One asks your users how they feel if they have the feature (functional form)
The other asks how they feel if they did not have the feature (dysfunctional form)
To each “how do you feel if you had / did not have this feature”, the possible answers are:
I like it
I expect it
I am neutral
I can tolerate it
I dislike it
An evaluation table which combines functional and dysfunctional answers gets us to one of the previously described categories (the letters reflect the categories such as D=Delighter). Each answer pair leads to one of the described categories.
Best practices for writing and asking questions
Make your questions clear and succinct. If the feature is complex and requires multiple steps, break the question down.
The form of the question should highlight the benefits to your user and not what the product will be able to do. E.g. “if you can automatically improve how your photo looks, how do you feel?” is better that “if you have the MagicFix™ app, how do you feel?”.
Be careful: the dysfunctional question is not necessarily the opposite of the functional one; it’s just the absence of the functionality. E.g. for a video editing app considering optimizing their exporting speed:
Functional question: “If exporting any video takes under 10 seconds, how do you feel?”
Incorrect dysfunctional question: “If exporting any video takes longer than 10 seconds, how do you feel?”
Preferable dysfunctional question: “If exporting some videos takes longer than 10 seconds, how do you feel?”
Better than explaining features is to show them
Whenever possible, actually show the functionality to the user and then ask how she feels having it or not having it.
Be mindful of the answers’ phrasing and understanding
Maybe the answer scale above doesn’t fit each case. Try these instead:
I enjoy it that way
It is a basic necessity or I expect it that way
I am neutral
I dislike it, but I can live with it that way
I dislike it, and I can’t accept it
Or this one, by Robert Blauth’s team:
This would be very helpful to me
This is a basic requirement for me
This would not affect me
This would be a minor inconvenience
This would be a major problem for me
Be mindful of how these options are interpreted and make sure your users understand the goal of the questionnaire.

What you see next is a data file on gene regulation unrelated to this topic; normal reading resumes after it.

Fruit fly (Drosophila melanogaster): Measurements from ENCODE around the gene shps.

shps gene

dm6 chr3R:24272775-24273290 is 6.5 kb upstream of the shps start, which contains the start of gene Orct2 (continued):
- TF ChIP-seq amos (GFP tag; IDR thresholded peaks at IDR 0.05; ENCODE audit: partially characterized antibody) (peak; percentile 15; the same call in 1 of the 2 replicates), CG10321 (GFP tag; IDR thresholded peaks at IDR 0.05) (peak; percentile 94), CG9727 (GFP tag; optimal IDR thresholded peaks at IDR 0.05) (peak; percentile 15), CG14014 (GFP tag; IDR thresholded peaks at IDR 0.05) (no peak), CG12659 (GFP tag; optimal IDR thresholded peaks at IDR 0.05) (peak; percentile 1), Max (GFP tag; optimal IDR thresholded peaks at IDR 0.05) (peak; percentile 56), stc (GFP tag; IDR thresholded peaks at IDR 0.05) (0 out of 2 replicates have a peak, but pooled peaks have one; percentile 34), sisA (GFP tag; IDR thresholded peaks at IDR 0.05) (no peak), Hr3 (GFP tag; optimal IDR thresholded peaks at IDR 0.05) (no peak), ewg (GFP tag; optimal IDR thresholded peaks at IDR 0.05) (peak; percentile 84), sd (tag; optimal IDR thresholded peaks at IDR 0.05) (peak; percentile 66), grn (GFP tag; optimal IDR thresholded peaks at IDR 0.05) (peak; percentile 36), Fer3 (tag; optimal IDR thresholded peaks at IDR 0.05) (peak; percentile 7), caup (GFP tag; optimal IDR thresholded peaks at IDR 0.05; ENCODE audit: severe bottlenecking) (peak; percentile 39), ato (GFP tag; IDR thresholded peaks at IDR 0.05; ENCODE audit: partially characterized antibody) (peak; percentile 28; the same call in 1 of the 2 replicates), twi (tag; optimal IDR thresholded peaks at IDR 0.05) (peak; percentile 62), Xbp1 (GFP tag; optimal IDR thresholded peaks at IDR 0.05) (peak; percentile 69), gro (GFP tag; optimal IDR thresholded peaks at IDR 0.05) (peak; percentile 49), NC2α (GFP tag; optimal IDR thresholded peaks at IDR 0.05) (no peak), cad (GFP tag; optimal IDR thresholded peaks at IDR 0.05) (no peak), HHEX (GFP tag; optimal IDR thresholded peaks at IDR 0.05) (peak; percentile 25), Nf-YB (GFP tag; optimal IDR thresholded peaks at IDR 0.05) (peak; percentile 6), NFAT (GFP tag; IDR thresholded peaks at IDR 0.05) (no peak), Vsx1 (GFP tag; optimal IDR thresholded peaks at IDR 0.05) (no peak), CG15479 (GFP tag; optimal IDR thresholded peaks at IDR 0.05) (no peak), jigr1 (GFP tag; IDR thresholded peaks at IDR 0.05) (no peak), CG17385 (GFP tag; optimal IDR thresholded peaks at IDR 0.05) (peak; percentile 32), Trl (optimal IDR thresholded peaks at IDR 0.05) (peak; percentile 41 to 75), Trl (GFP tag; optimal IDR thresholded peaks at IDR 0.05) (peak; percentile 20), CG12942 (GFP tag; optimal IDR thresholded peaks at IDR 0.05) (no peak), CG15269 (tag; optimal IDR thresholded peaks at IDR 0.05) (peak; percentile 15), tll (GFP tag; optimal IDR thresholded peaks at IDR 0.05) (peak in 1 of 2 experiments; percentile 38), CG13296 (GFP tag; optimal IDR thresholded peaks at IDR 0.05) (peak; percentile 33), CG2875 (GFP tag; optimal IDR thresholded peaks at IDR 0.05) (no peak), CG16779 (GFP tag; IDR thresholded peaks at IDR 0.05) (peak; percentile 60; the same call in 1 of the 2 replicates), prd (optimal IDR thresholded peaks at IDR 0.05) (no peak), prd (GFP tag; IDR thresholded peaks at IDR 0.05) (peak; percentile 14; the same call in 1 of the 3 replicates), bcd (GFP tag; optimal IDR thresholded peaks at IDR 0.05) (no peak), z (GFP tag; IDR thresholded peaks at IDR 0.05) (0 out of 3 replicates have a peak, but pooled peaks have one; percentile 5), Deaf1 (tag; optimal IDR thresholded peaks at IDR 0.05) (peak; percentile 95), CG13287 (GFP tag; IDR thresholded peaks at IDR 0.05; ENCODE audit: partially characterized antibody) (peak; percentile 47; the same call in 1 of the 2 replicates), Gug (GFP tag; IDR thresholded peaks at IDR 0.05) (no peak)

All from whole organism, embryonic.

Ask your user about the feature’s importance
One important addition suggested by multiple teams is to include another question after the functional/dysfunctional pair. This question asks users how important a given feature is to them.
This enables you to separate important features from less important ones and how they impact your users’s decisions on the product.
Ask in the following format: “How important is it or would it be if: <requirement>?”. For example, “How important is it or would it be if: exporting videos always takes less than 10 seconds?”.
Responses should be on a scale from 1 to 9, going from ‘Not at all important’ to ‘Extremely important’.
Test your questionnaire
If possible, test your questionnaire with some of your team members, before presenting it to your users. If there’s any internal confusion about it, there will certainly be when talking with people from the outside.
Step 3: Analyze your results
The simplest way we can work through the results is to:
Divide users by the demographic / persona criteria that defines them
Categorize each user’s answers using the evaluation table
Add the responses in each category for each feature (and demographic)
Each feature’s category will be the most frequent response (i.e., the mode)
In case of close results between categories, use the following rule (leftmost wins): Basic > Performance > Delighter > Indifferent
If you’ve asked users for a importance ranking (and you should), average that for each feature
You’ll end up with a table like this one:
Create your roadmap
From the results table, you can rank features according to their importance. After that, the general rule of thumb to use when prioritizing is to go after all Basic features, then add as many Performance features as you can and finally include a few Delighters.